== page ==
• [0044]
    In another embodiment, FIG. 4 shows a plated through-hole, which runs through two directly adjacent sublayers TS2, TS3. The plated through-hole is distinguished here by the different cross-sectional area or diameter through the individual sublayers. Lower plated through-hole DK12 through sublayer TS2 has a smaller diameter than second plated through-hole DK13 through second dielectric sublayer TS3.
  • [0045]
    As a variation of the embodiment according to FIG. 4, a plated through-hole can also be passed through three (or more) dielectric sublayers TS1-TS3, with plated through-hole DK12 through middle dielectric sublayer TS2 having the smallest diameter. Plated through-hole DK13 through third sublayer TS3 and plated through-hole DK11 through first sublayer TS1 have larger diameters than plated through-hole DK12.
  • [0046]
    The embodiments according to FIGS. 4 and 5 have the advantage that they can be produced without great expense with conventional devices and methods for producing multilayer components, since partial plated through-holes DK11 and DK12 can be passed through sublayers TS in the conventional manner with vertical side walls.
  • [0047]
    FIG. 6 shows, on the basis of a schematic cross section, the possible structure of a solder contact LK. The solder contact is seated on the underside of the lowest dielectric layer DS, and may be arranged concentrically relative to plated through-hole DK1. Directly on the plated through-hole and lying outside on the ceramic is an adhesion-promoting layer HVS having, for instance, a glass component, or comprising one of the metals nickel, copper, chromium or silver for improving adhesion. This adhesion-promoting layer HVS is reinforced with a reinforcement layer VS, which provides the actual metallic base of the solder contact. Another layer arranged on top of it is a diffusion-blocking layer DSS, which is in turn covered by an antioxidation layer OSS. While the lowest, adhesion-promoting layer HVS of solder contact LK can be printed or sputtered, the following layers, or those placed above it, can be applied by galvanic reinforcement of the adhesion-promoting layer, or can likewise be applied by sputtering. While the galvanic reinforcement of adhesion-promoting layer HVS is self-adjusting, since metal deposition takes place only on the existing metallic layer, the production by sputtering is defined by, for instance, a mask.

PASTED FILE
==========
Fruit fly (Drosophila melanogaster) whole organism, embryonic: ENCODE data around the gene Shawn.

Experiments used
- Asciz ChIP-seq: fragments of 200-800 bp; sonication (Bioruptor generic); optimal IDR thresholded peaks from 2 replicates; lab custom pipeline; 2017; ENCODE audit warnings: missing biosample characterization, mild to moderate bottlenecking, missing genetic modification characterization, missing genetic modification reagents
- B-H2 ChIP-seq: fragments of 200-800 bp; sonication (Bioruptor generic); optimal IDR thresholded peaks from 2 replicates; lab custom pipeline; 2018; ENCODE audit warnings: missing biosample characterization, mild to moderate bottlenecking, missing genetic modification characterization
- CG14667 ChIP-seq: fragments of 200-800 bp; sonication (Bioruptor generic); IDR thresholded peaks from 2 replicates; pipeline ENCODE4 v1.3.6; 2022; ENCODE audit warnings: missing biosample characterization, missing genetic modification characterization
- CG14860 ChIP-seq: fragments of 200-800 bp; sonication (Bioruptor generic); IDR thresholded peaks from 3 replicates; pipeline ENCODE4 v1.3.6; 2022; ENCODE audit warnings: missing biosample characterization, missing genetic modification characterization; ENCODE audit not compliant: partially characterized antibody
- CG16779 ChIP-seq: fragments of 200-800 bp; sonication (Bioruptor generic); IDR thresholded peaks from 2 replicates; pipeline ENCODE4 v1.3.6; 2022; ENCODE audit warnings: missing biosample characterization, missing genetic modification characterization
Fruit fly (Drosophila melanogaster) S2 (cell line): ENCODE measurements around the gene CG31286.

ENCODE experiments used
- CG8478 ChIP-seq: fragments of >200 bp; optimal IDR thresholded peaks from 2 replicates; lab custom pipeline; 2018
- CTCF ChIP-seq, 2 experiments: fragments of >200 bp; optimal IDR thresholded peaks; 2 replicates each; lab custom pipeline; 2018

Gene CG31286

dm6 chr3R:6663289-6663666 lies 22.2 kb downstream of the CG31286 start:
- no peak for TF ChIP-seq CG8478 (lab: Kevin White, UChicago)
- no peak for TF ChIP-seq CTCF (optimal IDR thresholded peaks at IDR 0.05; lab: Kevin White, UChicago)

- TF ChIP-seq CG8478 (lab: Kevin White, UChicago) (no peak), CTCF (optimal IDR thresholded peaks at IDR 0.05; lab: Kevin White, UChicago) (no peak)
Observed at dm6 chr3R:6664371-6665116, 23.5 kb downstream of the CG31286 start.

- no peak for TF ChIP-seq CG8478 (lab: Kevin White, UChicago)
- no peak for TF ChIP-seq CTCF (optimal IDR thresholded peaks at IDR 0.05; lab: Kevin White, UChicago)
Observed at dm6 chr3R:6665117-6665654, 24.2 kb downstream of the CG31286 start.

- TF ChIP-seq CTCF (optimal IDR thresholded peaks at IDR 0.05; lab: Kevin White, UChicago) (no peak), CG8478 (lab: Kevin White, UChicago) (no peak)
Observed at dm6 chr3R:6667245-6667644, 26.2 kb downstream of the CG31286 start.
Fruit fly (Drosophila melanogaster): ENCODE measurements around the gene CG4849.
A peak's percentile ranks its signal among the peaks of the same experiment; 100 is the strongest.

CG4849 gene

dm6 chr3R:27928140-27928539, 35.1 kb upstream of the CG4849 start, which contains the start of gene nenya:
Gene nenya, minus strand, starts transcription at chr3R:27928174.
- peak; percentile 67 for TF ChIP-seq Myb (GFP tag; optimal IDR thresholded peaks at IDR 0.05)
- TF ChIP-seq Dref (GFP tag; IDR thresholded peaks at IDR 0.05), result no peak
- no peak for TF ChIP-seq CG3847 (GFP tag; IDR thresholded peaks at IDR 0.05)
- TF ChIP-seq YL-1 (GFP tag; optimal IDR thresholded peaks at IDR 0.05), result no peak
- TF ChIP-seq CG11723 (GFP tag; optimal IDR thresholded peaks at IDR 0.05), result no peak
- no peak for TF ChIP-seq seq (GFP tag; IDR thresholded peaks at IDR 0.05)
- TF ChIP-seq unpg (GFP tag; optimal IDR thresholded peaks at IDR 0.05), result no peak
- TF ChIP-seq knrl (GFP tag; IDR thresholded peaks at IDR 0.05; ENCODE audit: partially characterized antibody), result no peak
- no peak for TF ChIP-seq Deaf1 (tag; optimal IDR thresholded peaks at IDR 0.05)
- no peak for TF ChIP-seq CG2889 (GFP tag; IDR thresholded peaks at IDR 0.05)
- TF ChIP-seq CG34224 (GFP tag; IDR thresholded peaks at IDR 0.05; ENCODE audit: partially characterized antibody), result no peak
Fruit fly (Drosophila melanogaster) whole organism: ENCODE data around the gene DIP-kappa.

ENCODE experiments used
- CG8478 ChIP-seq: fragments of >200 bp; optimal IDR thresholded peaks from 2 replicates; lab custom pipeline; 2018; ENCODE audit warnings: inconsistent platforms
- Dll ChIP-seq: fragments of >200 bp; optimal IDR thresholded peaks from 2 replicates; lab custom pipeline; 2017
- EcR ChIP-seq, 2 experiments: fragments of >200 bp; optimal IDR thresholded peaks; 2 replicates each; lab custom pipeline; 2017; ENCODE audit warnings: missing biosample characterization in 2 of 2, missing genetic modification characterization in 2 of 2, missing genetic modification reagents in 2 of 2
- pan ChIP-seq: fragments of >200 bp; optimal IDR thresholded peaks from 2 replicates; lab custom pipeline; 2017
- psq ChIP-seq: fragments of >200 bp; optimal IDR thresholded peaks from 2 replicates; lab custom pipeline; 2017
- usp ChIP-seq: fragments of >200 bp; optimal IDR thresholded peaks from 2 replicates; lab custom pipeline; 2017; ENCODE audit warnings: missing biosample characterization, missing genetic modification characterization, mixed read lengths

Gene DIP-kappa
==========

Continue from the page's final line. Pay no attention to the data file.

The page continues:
• [0048]
    FIG. 7 shows further details of one possible design of the component structures in the interior of base body GK. A ceramic capacitor is shown, which has a first stack of electrode layers ES1. Electrode layers of a second stack ES2 are arranged alternating with electrode layers ES1 such that an overlap surface that is as close as possible to a maximum results. At least one electrode ES of each electrode stack is connected via a plated through-hole DK11, DK12 to a solder contact LK1, LK2 of its own on the underside of base body GK. The electrode layers ES belonging to one electrode stack can likewise be connected to one another by plated through-holes DK21, DK22, which are arranged offset to plated through-holes DK1 in the figure. It is also possible, however, for the plated through-holes for connecting the electrode layers ES of a stack and the plated through-hole for connecting the stack to the corresponding solder contact LK to be centered one above the other, or concentric. Plated through-hole DK12 in FIG. 7, for instance, is passed through two dielectric layers, wherein the cross-sectional shape of the plated through-holes through the individual layers can each have the design, as is shown, for example, for plated through-hole DK11 in FIG. 7.
  • [0049]